Pfizer-BioNTech vaccine Photograph:( Reuters )
On Monday, Australia approved the Pfizer-BioNTech coronavirus vaccine for use
On Monday, Australia approved the Pfizer-BioNTech coronavirus vaccine for use. Australia's Prime Minister Scott Morrison on Monday said that the country's medical regulator was among the first globally to finish the approval of Pfizer-BioNTech vaccine.
He added that it has been a year since the first local case was detected in the country.
The country is expected to begin vaccinations using Pfizer shot in late February. It is expected to begin with 80,000 doses per week, as stated by country's Health Minister Greg Hunt. The country's medical regulator added how AstraZeneca's production issues imply that the country would be required to distribute a locally manufactured jab earlier than anticipated.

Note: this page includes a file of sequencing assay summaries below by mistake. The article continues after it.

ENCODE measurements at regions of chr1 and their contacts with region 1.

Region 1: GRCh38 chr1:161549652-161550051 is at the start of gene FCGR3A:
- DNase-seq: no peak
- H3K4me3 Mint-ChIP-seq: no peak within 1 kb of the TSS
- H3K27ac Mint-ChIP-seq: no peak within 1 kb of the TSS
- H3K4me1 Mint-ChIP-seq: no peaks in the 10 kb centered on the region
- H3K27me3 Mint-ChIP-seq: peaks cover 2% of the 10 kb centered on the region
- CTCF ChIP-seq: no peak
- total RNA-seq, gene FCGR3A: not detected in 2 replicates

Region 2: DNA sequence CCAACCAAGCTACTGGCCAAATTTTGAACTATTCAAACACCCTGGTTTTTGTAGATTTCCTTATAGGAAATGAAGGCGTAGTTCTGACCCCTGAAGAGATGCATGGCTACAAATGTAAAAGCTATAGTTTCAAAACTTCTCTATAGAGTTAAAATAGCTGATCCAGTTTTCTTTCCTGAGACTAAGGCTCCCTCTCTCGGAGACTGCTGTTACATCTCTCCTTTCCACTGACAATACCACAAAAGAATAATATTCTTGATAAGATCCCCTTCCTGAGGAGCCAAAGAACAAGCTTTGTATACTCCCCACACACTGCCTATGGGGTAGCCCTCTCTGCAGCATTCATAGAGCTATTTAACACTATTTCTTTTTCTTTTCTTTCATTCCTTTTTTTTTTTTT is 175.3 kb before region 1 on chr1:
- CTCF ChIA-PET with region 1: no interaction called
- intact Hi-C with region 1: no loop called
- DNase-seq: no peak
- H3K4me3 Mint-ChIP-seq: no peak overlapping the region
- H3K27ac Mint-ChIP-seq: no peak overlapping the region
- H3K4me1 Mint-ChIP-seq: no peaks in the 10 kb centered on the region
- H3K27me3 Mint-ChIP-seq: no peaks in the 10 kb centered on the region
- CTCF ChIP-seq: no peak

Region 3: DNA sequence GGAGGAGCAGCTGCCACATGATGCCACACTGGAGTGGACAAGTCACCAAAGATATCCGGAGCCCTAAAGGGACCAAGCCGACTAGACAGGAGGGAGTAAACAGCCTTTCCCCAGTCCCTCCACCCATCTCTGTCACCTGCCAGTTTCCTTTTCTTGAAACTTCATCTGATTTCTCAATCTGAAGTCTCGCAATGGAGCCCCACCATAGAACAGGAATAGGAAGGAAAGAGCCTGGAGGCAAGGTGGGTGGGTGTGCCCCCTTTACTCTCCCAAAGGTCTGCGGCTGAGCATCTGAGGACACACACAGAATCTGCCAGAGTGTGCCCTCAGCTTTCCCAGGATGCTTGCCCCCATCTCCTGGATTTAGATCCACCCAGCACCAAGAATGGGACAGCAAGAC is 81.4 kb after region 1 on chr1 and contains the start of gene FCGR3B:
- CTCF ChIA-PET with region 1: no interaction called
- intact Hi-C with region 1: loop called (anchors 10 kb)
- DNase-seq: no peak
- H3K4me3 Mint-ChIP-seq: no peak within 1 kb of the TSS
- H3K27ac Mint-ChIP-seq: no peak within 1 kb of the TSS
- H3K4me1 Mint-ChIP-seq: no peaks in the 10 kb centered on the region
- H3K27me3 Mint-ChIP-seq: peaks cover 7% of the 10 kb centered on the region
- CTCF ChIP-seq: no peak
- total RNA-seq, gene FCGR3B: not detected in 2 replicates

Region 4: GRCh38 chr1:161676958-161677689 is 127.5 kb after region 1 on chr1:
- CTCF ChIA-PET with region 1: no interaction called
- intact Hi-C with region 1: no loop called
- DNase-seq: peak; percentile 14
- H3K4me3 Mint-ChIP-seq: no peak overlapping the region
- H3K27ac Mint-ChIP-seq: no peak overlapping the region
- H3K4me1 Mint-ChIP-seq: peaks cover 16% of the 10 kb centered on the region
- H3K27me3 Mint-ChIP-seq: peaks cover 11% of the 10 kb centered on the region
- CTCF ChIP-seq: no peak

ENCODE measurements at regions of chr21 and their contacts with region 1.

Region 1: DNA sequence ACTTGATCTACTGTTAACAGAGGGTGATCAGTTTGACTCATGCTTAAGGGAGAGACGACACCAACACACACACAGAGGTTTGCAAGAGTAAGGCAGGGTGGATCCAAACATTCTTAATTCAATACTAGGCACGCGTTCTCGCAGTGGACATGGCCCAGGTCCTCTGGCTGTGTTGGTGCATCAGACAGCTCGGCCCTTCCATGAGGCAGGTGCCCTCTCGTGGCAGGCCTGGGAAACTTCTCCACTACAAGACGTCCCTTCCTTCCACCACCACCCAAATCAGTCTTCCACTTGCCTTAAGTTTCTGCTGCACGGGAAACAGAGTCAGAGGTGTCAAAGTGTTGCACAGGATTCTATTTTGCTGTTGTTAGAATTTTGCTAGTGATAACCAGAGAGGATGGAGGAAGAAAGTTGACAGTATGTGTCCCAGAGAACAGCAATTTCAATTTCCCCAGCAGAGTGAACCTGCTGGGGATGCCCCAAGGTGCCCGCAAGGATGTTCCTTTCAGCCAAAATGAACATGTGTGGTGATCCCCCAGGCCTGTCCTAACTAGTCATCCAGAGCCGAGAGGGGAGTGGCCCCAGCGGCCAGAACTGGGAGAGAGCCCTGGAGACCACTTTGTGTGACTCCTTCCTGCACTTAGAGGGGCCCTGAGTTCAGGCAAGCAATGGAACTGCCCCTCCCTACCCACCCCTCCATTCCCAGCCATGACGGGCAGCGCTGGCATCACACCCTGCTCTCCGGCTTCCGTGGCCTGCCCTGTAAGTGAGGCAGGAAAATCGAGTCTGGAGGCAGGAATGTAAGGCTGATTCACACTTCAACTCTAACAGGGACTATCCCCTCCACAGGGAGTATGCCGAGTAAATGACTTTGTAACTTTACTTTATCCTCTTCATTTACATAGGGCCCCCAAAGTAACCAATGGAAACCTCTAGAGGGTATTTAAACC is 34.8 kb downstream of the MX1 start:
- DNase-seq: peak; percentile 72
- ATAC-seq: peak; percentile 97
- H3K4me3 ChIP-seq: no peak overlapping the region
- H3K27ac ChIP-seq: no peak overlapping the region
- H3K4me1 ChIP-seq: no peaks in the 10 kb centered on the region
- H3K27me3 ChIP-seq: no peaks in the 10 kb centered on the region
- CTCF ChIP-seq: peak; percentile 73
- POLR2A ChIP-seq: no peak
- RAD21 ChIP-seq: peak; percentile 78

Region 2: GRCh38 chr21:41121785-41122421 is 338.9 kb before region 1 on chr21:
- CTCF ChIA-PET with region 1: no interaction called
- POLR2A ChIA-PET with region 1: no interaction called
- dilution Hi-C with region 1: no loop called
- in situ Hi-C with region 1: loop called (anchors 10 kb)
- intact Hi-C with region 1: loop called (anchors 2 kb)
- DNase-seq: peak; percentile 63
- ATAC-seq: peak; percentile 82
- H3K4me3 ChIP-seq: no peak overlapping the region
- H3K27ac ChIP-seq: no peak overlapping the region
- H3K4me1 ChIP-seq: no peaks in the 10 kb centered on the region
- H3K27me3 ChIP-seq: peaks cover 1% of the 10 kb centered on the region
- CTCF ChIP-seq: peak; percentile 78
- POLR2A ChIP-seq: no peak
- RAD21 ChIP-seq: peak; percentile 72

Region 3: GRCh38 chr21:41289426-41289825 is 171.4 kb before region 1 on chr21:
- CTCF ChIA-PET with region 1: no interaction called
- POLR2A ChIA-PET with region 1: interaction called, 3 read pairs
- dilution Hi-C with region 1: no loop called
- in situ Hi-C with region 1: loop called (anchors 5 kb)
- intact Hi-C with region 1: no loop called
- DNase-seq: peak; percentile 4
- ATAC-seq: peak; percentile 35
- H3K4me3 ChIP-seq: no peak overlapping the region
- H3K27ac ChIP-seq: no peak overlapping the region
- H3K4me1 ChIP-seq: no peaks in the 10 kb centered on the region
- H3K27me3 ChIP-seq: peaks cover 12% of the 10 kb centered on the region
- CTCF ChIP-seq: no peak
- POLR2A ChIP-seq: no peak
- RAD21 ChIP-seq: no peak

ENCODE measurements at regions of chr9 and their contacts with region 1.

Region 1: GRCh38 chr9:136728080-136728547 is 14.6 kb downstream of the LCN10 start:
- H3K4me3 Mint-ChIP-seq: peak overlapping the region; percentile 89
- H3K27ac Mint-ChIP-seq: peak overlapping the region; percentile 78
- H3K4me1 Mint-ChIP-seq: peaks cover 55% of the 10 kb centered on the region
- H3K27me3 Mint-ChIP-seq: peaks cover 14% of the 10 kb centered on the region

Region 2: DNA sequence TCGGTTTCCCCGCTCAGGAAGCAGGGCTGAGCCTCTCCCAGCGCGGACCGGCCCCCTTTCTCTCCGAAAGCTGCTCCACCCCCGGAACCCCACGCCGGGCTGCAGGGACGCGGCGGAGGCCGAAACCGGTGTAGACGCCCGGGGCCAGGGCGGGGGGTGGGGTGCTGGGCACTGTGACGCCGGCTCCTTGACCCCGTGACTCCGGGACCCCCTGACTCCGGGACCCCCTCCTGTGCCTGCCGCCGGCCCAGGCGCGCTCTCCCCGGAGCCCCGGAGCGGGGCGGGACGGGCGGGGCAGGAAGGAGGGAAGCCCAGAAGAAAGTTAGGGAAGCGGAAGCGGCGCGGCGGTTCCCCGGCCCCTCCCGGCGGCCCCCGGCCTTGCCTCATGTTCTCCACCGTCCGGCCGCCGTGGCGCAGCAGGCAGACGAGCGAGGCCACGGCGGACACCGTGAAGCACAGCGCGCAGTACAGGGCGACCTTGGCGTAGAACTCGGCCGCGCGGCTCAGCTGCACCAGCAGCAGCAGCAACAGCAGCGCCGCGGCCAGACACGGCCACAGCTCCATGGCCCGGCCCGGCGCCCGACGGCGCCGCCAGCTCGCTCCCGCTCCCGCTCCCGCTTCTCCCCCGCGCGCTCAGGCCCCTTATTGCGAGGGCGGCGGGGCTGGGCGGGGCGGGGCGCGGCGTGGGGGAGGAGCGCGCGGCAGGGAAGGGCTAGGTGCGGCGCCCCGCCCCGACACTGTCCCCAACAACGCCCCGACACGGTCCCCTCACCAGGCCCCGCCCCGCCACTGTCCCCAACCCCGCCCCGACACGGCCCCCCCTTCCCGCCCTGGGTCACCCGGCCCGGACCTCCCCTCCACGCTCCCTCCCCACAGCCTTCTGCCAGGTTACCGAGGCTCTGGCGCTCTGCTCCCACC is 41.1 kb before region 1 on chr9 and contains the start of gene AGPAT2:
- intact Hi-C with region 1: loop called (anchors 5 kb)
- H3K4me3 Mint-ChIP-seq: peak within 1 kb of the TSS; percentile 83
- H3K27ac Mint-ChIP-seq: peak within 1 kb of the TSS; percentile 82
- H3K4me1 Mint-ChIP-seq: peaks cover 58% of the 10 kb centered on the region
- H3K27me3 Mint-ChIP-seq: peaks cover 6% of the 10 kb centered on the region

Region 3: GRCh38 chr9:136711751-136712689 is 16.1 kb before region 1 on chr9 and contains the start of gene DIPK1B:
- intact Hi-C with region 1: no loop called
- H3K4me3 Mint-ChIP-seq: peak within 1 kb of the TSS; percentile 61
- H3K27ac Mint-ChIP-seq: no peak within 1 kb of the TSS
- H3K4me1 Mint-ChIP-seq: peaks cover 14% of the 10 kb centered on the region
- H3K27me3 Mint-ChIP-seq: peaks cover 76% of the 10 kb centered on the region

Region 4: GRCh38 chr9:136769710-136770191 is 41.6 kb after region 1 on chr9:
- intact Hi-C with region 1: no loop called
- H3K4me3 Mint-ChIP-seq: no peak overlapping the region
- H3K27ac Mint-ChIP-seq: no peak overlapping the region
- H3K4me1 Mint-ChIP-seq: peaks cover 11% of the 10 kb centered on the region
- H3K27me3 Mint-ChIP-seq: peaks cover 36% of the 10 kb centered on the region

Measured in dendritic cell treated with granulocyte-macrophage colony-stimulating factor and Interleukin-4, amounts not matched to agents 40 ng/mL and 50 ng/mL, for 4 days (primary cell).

Earlier, Pfizer told Australian government that it expected continuous supply but would provide global production guidance "in mid-February for March and beyond on a weekly basis".
AstraZeneca officials on Friday told the European Union that it would cut deliveries of its vaccines by 60 per cent in the first quarter due issues in production.
AstraZeneca had told Australia that the company has "had a significant supply shock and so that means we won't have as much of that AstraZeneca international in March as they had previously promised"
The domestic supply of the AstraZeneca vaccine is expected to begin in March, which is earlier than planned. It will provide a million doses every week.
Also read: Doctors in Britain want review of Pfizer shots' timetable
"The decision to pay a premium for an onshore, secure, sovereign vaccine manufacturing capacity via CSL, that puts Australia in a vastly more secure position than almost any other country in the world," Hunt added.
Australia intends to use 4 million vaccine doses by April.
For now, Pfizer has provisionally approved the Therapeutic Goods Administration (TGA) for citizens aged 16 and above.